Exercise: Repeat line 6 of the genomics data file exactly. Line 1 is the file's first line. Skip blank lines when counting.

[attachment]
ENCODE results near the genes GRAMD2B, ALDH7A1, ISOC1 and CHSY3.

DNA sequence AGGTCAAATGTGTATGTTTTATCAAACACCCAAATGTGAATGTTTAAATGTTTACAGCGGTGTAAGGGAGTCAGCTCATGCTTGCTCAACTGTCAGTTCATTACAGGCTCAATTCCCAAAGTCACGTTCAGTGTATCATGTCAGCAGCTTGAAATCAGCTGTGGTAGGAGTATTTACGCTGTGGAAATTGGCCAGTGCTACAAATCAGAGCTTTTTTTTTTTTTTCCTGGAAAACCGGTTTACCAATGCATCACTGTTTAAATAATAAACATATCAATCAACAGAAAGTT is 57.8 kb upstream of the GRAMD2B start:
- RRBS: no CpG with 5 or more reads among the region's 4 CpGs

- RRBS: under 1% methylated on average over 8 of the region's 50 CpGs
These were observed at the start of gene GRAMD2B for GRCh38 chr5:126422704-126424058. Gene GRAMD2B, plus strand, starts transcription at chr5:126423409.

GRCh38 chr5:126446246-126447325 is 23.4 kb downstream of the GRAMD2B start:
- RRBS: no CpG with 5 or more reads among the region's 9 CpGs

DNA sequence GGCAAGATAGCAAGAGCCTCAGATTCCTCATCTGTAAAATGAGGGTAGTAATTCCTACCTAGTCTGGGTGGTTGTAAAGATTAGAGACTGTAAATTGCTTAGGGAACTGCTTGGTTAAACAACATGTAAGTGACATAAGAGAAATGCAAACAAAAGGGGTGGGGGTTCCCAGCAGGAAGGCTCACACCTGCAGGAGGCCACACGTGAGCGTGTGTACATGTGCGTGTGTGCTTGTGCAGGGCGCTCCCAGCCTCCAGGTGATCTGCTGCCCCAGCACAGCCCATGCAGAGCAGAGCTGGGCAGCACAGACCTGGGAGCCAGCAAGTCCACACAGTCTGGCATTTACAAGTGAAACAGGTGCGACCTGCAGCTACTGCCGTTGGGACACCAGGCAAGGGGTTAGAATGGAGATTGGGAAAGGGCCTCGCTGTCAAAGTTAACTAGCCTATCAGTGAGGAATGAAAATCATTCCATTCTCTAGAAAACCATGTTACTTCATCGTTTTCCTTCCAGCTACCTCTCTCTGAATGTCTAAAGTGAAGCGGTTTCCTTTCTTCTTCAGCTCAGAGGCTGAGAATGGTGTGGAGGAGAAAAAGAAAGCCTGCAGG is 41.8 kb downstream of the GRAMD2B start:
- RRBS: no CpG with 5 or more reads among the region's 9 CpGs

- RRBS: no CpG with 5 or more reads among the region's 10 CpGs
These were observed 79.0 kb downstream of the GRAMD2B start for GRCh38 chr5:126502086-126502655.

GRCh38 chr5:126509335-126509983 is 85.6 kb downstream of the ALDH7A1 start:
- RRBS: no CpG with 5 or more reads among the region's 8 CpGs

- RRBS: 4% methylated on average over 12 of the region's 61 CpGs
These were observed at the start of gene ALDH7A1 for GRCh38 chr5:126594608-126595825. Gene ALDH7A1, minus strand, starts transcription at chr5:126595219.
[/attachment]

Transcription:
GRCh38 chr5:126446246-126447325 is 23.4 kb downstream of the GRAMD2B start: